London, 5th December 2011
A new campaign by an international disability charity aims to close a lethal loophole that means UK banks are still investing in cluster munitions producers despite the weapons being illegal under UK and international law. The Forgotten 10 Challenge , launched on 1st December by Handicap International UK, is ten days of action in support of the victims of landmines and cluster munitions.
As part of the campaign, supporters from around the UK are writing to Vince Cable, the minister in charge of regulating UK banks, and asking him to take action to ensure that all forms of investment in cluster munitions are prohibited .
Cluster munitions are indiscriminate weapons that cause terrible injuries. Almost all of their recorded victims are civilians. One third of the victims are children, who are often attracted by the interesting shape of unexploded submunitions.
In August 2010, the Convention on Cluster Munitions entered into force, making it illegal for State signatories, including the UK, to use, produce stockpile or transfer cluster munitions, or to assist any other party to engage in these activities .
“Allowing UK banks to fund cluster bomb producers is comparable to producing the weapons ourselves, especially since many banks are relying on public money to stay afloat. This is against the Convention on Cluster Munitions, which prohibits any form of assistance in the production of these vicious weapons”, said Beatrice Cami, spokesperson for Handicap International UK.
To date, the UK has been a strong supporter of the Convention on Cluster Munitions. The previous government stated its intention in 2009 to take action to ensure UK banks did not invest in cluster munitions, directly or indirectly . However, since the Coalition government entered power, progress has ground to a halt. Campaigners are now questioning the UK’s commitment to tackling the issue, particularly in the light of several other events in 2011.
Only strong pressure from campaigners prior to the recent CCW negotiations in Geneva prevented the UK from supporting U.S. attempts to impose a weaker agreement on cluster munitions that would have undermined the existing Convention. In the end, the UK did not take the floor once during the entire two weeks of negotiations, although the Handicap International advocacy team believes that UK delegates may have still been working behind the scenes to facilitate negotiations.
In September, while the UK was pledging its commitment to eradicating cluster munitions at the treaty conference in Beirut, campaigners discovered the weapons being openly promoted for sale in London for the second year running, at the Defence & Security Equipment international (DSEi) arms fair. Although DSEi, with the support of the UK government, shut down the two stands, which were operating in violation of UK law and DSEi’s own rules, questions were raised about the UK’s approach to regulating arms sales on its own soil.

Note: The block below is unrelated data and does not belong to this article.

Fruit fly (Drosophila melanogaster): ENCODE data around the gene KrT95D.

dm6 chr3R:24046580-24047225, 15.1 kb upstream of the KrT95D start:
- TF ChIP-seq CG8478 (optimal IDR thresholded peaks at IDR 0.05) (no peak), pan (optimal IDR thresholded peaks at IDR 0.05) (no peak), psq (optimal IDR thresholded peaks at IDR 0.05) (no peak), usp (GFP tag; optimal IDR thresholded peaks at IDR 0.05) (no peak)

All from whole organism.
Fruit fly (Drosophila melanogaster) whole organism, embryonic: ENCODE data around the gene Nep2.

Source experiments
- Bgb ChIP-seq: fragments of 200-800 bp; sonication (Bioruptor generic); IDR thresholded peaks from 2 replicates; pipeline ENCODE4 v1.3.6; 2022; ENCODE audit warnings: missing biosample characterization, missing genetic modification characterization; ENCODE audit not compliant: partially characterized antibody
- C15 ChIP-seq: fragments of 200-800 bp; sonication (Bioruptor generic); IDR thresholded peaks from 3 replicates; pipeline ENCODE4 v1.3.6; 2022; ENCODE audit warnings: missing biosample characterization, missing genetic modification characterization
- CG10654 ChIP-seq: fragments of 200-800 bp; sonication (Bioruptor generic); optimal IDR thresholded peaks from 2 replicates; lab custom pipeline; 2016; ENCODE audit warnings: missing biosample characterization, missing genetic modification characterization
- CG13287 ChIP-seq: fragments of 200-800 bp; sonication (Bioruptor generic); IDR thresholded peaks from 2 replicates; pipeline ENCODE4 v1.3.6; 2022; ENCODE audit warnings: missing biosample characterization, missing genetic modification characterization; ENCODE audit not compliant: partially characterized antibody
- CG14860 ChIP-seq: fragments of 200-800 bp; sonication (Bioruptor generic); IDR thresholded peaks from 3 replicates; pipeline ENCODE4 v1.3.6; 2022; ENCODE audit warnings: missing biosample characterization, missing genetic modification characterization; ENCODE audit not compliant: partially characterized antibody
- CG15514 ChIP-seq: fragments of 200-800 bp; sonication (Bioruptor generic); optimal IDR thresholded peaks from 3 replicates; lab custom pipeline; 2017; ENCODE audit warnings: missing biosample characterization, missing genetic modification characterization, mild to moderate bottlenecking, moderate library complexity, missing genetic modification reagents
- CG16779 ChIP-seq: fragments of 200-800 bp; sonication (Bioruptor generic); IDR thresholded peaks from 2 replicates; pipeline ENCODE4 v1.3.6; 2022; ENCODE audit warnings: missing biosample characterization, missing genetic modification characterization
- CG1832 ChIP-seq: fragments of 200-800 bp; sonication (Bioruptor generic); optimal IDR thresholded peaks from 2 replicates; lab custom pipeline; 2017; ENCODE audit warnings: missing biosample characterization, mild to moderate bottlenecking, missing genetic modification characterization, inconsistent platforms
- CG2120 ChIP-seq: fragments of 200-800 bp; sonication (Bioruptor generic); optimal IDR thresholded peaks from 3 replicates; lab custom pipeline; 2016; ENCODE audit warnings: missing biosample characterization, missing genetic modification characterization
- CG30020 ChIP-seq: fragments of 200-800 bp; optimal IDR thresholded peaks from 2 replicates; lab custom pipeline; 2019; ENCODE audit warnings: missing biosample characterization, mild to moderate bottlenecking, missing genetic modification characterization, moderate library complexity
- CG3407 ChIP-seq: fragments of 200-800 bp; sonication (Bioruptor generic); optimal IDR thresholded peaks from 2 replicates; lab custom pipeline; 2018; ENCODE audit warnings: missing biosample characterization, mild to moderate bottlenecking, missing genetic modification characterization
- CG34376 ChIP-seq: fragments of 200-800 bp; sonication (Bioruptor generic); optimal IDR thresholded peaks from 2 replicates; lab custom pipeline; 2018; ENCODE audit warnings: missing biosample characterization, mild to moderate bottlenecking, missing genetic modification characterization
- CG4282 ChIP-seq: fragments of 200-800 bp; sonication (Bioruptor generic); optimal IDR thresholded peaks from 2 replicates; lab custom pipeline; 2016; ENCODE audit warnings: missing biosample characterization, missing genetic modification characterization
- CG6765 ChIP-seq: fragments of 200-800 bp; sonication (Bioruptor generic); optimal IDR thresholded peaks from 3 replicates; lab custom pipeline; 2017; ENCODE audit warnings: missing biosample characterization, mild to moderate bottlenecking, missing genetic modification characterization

Despite both weapons being banned, landmines and cluster munitions are still claiming victims around the world. In 2011, there were over 4,000 new victims, an average of one victim every two hours . Handicap International is working at all levels to ensure that these weapons are eradicated for good and that the survivors get the support they need to rebuild their lives. Only long-term commitment with sufficient resources can free communities from the threat posed by these barbaric weapons.
Aynalem Zenebe, a member of Handicap International’s Ban Advocates  said: “Cluster munition victims, like me, want the same opportunities as everyone to support families, work, and be a part of life in our communities. We count on you to take steps so that the promise of this Convention is realized for all cluster munition victims. We have heard many [States] speak of your interest and commitment to this central part of the Convention. This is a start, but the most important thing is acting.”
Tom Shelton, Handicap International UK
Tel: +44 (0)870 774 3737 | Mob: +44 (0)7508 820 520 | firstname.lastname@example.org
Co-winner of the Nobel Peace Prize, Handicap International is an international aid organisation working in situations of poverty and exclusion, conflict and disaster. Working alongside people with disabilities and vulnerable populations, we take action and raise awareness in order to respond to their essential needs, improve their living conditions and promote respect for their dignity and fundamental rights. Handicap International is a co-founder of the International Campaign to Ban Landmines and the Cluster Munition Coalition.
 The campaign letter can be found at: http://act.handicap-international.org.uk/lobby/11
 Article 1(c) of the Convention on Cluster Munitions bans "assistance" in the production of cluster munitions, stating that: "Each State Party undertakes never under any circumstances to assist, encourage or induce anyone to engage in any activity prohibited to a State Party under this Convention”